A pagan converts after asking, "What if it were all true?"

Here name is Christie, described as a convert from New Age philosophy and Neopaganism.

Read her account of what led her to the Catholic Church, and marvel anew at the ways God works:

I was an arrogant fool sitting in on my very first Mass and watching it like I’d watch a National Geographic nature film. I was analyzing away, “Those pews are so phallic, who are they kidding that this isn’t all about a patriarchy?” when I heard something Jewish. A cantor sang the Psalm. It caught my attention and stopped the haughty drift of my thoughts. I began to be interested. What else might they have stolen from the Jews?

This led to other discoveries, like the parading of the Gospels. “Well, if Jesus does claim to be the Jewish Messiah, I guess there should be Jewish elements in the worship,” I thought dismissively until it occurred to me I’d never seen Jewish elements in the Protestant churches I’d attended as a girl. Why not? I puzzled that one out for awhile. I’m not the kind of dog to drop a bone, so I puzzled awhile.

About the time for the consecration (I had no idea what it was called at the time), I had come all the way around to the skeptical thought, actually accompanied by a quiet sarcasm-laden snort, “What if all this were true?”

Then I was hit repeatedly in the head with a 2 x 4. That process took all of three seconds.

I say that comically, but the wave upon wave of revelation breaking over my stunned mind was actually very painful. And beautiful and exquisite and utterly horrifying. I saw things, felt things, all in quick succession with the complete clarity of the words, “It is all true,” ringing me like a bell.

Then an actual bell rang signaling the consecration. Jesus himself was upon that altar, and I was done for. I had a choice to make and it was my very last chance. It was true. I could never again deny the truth of it, but I could still deny Him. A yes would cost me every friend I had, the community I’d built, my reputation. Everything. Was I willing to give it all up?

Oh, God, yes.

Read the rest. A big H/T to New Advent.

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9 responses to “A pagan converts after asking, "What if it were all true?"”

  1. I did read the whole thing and I enjoyed it. I love reading conversion stories and I love that website. God bless Christie and welcome into our faith.

    By the way, how are pews even remotely phallic? I don’t get that, but ok.

  2. This certainly illustrates the power of the Holy Spirit and the necessity of grace. It wasn’t cajoling or apologetics, it was God speaking to a receptive heart.

  3. Fortunately there is more than one religion in this vast world, and “one size doesn’t fit all”. I wish her well. This world would be very boring if there were only one religion to follow. Unfortunately there are some countries that only allow one religion –but the USA isn’t one of them. :o)

  4. Oh, in this country (USA) there is also the choice of not following any religion. One of many good things about our country.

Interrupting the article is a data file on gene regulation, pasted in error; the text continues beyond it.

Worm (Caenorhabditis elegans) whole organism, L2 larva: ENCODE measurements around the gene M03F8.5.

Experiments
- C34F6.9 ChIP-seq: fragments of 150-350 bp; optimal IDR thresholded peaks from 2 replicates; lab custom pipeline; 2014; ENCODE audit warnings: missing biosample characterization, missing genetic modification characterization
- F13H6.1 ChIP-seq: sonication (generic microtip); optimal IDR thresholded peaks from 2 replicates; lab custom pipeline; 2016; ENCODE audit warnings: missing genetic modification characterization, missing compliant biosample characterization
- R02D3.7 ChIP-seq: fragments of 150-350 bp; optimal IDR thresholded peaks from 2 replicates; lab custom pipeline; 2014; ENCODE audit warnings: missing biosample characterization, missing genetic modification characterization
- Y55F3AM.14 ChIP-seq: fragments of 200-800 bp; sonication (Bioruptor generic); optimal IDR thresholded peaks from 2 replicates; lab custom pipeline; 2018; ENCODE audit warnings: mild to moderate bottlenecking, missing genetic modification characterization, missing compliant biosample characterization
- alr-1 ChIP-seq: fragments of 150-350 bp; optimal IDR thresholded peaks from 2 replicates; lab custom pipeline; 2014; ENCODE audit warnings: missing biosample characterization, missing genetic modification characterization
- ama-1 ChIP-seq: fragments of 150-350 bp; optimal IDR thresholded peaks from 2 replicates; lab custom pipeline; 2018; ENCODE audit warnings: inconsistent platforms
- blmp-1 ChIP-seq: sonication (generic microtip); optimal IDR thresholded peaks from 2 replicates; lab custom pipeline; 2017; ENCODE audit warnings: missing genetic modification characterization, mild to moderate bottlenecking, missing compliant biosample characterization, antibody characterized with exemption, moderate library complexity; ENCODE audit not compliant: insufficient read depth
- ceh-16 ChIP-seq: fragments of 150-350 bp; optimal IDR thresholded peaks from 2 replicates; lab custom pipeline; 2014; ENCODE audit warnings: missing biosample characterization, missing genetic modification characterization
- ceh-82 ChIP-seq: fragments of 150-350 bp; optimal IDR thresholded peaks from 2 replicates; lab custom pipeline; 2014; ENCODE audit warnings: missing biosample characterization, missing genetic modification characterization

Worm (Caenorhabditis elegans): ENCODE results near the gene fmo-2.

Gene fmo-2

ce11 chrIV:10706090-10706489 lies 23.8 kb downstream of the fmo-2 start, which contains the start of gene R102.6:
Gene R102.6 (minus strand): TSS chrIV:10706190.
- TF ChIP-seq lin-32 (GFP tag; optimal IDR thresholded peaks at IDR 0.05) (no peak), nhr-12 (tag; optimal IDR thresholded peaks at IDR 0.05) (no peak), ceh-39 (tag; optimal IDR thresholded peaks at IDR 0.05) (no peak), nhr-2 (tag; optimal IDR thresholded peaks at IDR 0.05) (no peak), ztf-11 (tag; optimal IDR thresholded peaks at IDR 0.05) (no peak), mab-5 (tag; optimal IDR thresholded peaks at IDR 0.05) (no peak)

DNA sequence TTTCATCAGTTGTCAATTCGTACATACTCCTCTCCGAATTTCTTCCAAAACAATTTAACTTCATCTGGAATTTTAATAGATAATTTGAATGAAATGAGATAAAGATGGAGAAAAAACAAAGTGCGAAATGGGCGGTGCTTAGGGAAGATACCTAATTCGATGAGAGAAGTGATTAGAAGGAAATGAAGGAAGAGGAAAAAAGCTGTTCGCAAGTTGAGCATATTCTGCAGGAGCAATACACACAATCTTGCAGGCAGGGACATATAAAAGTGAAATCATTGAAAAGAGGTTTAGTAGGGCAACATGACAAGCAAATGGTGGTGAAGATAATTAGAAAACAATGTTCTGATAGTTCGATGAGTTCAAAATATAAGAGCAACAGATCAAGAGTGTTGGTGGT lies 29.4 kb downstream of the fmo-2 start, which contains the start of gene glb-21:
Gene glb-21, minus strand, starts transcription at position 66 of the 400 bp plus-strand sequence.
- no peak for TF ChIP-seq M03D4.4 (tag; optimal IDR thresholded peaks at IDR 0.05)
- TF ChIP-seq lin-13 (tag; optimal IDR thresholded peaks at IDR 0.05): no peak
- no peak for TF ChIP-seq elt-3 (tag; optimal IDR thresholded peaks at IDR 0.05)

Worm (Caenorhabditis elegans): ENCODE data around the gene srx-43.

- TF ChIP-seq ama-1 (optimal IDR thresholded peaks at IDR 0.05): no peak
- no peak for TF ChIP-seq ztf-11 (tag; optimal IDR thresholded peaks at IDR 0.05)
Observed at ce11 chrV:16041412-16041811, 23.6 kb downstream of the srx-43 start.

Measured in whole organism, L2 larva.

5. I’m glad she has departed from the “new age ” influence but i see this as a feel good conversion and i would put this in the ” cheap grace ” file. Until this woman acknowledges and confesses with her lips that JESUS is LORD and in her heart believes , trusts , and relies on the truth that GOD raised HIM from the dead she will be saved. She must acknowledge that she is a sinner , repent of her sins and surrender her heart to JESUS.
    Now that’s what i call a true ” conversion “, and the moment this is sincerely done she’s justified , beginning the sanctification process and culminating with glorification.

  6. jireh — Everything you mention is part of being a Catholic. Every Sunday at Mass we acknowledge in the creed we say that Jesus is Lord and rose from the dead on the third day. At every Mass we acknowledge that we are sinners. It is a moral certainty that as a Catholic she has done everything you require, so your concerns are misplaced.

  7. Pagansister,

    There is more than one religion but there is still only one truth. So you cannot dismiss someone’s discernment of truth so easily. If you want to believe what is true, and every human does, then the number of religions in the world makes no difference. Is her encounter with God real? If it is then believing in no God is no longer an option. It is not a matter of what is legal. It is legal to believe there is no such thing as water. Nobody does because such a belief does not correspond with reality. So is Christie Martin confused or lying or delusional? Maybe. But to say her experience is real but does not mean anything to you? That does not make sense.

  8. Pagensister,

    You’d do well to read the entire article. Her previous lifestyle sounds right where you are.

    God Bless

  9. JosephW. Did read the entire article. I’m happy for her if this is what she wants. As to where I am? My “lifestyle” is just fine but thanks for the concern. No one should stay in a belief system that doesn’t make them happy.

    Randy: Where did I say that Christie’s experience didn’t mean anything to me? Should it have? I am happy that she is happy. Period. Where did I “dismiss it”? I merely commented that there are choices in what religion/faith one belongs to or doesn’t. As to her encounter with God being real? That is for her to answer, not you or me. You read the same thing I did. Now that she seems to have committed to the Church–she should believe in God–or the motions at Mass etc. are not “real”.

    The legal statement merely was to say how lucky we are to live in a country that allows many different faith.

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